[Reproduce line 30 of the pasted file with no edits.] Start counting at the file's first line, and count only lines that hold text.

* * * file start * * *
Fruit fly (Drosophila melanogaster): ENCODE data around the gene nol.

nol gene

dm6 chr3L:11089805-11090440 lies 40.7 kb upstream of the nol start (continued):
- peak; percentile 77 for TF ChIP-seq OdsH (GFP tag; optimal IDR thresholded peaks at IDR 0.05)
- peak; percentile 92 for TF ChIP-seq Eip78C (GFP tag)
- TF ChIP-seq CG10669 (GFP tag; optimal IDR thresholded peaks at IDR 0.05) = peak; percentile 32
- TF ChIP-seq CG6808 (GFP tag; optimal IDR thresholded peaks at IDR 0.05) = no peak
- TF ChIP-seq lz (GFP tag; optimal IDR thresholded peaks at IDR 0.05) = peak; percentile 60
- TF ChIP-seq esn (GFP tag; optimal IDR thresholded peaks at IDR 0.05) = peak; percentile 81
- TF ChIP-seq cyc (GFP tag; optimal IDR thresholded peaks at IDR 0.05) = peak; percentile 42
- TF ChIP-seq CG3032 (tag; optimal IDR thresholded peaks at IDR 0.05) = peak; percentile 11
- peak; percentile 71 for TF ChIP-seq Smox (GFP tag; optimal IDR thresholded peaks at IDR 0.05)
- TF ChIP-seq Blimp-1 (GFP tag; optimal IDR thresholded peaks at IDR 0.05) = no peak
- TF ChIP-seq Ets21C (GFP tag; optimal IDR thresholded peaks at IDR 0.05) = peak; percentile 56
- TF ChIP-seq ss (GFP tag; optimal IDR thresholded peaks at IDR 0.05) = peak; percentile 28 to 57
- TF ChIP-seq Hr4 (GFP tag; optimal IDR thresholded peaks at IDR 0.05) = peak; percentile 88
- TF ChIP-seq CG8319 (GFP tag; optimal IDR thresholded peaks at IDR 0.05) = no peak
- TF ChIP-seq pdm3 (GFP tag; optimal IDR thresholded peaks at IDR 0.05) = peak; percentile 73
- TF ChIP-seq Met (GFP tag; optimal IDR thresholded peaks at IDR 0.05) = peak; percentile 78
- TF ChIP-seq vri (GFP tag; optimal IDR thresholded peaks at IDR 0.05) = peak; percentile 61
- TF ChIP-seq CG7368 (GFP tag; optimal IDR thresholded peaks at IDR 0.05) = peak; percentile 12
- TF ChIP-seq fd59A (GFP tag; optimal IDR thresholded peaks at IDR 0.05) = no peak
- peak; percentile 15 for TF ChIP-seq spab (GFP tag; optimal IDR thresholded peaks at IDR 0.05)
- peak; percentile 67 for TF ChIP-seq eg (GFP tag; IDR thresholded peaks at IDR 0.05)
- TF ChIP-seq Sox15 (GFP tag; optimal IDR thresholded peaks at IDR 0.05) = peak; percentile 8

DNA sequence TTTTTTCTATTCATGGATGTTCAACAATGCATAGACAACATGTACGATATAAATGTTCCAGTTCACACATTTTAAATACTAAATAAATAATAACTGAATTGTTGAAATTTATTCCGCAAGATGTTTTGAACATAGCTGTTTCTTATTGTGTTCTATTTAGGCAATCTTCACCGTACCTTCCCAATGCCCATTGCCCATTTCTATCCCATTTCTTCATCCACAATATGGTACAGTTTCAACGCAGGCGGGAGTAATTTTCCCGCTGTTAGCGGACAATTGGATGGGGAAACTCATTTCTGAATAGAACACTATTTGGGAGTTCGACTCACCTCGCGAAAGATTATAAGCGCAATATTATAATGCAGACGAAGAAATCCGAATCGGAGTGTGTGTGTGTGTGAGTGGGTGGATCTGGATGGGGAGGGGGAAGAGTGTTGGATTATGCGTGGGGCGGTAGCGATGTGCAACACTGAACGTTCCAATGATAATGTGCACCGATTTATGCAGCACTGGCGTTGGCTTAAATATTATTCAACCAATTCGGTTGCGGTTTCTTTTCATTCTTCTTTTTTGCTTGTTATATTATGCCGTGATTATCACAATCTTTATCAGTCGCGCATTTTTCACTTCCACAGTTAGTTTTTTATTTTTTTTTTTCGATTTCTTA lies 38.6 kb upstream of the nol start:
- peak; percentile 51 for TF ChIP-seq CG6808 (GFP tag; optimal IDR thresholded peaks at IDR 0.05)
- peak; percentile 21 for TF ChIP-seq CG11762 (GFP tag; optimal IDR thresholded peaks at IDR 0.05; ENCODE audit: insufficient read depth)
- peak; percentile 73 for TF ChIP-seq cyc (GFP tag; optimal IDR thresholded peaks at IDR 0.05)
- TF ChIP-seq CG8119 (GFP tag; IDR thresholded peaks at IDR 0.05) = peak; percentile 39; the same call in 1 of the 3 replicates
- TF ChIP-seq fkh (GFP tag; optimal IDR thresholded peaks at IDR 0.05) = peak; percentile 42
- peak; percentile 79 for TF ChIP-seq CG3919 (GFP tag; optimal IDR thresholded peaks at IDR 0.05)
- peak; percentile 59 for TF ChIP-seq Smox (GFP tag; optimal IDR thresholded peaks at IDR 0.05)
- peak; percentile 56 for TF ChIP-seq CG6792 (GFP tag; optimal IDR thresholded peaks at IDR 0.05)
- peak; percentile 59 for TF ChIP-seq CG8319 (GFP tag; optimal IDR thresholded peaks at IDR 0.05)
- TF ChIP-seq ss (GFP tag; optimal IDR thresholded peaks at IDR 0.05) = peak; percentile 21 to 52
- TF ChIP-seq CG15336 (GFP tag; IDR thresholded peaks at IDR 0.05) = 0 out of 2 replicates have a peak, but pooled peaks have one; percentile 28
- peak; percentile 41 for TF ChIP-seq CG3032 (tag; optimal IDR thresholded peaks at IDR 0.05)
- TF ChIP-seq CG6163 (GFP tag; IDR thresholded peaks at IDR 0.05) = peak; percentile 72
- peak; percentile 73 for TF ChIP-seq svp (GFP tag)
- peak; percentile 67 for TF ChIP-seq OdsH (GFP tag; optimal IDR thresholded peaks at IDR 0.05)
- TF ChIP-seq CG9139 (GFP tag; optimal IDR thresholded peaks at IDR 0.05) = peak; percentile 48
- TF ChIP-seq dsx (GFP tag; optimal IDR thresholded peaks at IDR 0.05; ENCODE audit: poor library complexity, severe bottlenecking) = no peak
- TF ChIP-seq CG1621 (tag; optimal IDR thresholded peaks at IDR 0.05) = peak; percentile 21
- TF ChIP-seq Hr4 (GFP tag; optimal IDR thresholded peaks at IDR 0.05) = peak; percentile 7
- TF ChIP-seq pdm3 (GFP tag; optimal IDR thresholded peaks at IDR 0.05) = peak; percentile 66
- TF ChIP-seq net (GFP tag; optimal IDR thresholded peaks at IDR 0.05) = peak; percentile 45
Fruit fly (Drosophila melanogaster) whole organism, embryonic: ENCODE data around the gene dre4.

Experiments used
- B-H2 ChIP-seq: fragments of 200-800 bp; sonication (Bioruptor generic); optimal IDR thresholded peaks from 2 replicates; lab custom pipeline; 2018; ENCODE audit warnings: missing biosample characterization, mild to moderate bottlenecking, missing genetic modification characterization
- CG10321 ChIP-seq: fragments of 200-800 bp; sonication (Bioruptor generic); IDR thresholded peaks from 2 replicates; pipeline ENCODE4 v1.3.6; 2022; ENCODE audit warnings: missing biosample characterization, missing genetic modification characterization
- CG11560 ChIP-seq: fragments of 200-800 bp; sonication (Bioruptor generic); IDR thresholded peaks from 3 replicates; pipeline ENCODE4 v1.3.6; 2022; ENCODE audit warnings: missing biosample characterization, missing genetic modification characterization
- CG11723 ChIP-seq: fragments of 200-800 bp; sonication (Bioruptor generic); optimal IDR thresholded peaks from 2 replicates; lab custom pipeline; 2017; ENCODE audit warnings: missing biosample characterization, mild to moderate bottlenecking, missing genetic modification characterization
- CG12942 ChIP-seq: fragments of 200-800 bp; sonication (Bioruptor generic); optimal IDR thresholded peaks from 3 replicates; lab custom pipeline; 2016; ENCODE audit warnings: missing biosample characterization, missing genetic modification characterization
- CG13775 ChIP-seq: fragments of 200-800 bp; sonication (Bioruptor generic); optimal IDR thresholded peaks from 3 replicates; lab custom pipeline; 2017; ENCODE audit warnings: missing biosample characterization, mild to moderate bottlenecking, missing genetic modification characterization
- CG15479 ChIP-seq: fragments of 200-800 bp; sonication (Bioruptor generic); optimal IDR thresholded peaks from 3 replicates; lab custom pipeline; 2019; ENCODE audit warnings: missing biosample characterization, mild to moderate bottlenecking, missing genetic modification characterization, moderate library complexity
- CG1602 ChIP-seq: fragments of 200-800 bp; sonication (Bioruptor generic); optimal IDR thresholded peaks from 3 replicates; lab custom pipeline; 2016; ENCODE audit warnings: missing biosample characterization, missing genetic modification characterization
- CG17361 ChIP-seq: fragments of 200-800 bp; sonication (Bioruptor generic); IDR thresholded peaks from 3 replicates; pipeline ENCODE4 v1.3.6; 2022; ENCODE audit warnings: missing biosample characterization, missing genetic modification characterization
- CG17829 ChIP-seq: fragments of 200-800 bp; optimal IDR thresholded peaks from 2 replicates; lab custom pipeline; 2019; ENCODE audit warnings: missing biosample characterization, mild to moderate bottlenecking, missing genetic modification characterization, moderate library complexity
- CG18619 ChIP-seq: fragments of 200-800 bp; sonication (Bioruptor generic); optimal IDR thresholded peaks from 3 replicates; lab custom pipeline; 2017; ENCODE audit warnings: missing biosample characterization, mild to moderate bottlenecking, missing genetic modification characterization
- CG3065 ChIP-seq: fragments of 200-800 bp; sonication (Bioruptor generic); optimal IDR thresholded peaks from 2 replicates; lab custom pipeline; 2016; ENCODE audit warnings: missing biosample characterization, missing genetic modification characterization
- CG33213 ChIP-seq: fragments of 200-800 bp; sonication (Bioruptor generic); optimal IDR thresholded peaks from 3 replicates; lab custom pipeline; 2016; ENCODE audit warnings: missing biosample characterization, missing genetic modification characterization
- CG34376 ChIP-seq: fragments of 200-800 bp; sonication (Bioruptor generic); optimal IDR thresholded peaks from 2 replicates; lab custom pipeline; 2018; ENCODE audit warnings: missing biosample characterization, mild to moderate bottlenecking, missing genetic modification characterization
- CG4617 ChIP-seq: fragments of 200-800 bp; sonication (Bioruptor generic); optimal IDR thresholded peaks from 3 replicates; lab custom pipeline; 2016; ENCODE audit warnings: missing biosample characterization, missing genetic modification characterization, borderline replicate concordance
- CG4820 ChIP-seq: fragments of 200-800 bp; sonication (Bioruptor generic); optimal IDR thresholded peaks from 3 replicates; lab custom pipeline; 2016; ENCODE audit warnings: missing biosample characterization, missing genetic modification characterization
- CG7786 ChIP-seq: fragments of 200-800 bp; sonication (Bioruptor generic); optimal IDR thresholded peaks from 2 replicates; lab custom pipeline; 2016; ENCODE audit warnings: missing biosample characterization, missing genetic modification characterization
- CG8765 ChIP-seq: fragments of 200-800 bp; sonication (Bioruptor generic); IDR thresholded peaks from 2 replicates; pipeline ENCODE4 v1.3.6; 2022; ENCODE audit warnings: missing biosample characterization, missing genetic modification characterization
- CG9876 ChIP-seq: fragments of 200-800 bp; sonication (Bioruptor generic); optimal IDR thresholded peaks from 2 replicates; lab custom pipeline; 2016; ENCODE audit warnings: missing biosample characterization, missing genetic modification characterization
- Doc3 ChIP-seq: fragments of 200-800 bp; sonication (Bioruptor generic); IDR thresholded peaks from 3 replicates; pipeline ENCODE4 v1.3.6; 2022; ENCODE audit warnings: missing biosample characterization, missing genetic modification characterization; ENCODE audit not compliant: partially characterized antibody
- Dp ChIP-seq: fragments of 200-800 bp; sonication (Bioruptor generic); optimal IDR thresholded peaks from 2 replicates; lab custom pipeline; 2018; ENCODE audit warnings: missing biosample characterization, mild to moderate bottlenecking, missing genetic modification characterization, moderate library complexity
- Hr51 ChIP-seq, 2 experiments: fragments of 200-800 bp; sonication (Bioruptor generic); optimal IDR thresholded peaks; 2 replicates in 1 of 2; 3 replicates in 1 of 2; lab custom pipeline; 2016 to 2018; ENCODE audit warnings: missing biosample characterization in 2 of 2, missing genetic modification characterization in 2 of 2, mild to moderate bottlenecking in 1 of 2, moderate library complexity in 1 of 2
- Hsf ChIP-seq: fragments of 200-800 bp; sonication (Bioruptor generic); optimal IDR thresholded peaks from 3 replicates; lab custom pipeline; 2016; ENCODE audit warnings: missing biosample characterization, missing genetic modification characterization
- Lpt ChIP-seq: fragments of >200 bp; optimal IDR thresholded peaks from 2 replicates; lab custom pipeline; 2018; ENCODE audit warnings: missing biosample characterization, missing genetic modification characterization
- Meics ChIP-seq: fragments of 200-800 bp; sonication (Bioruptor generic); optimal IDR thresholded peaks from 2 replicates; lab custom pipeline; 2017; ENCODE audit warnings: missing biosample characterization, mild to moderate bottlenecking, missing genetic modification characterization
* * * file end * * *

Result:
- TF ChIP-seq CG8119 (GFP tag; IDR thresholded peaks at IDR 0.05) = peak; percentile 39; the same call in 1 of the 3 replicates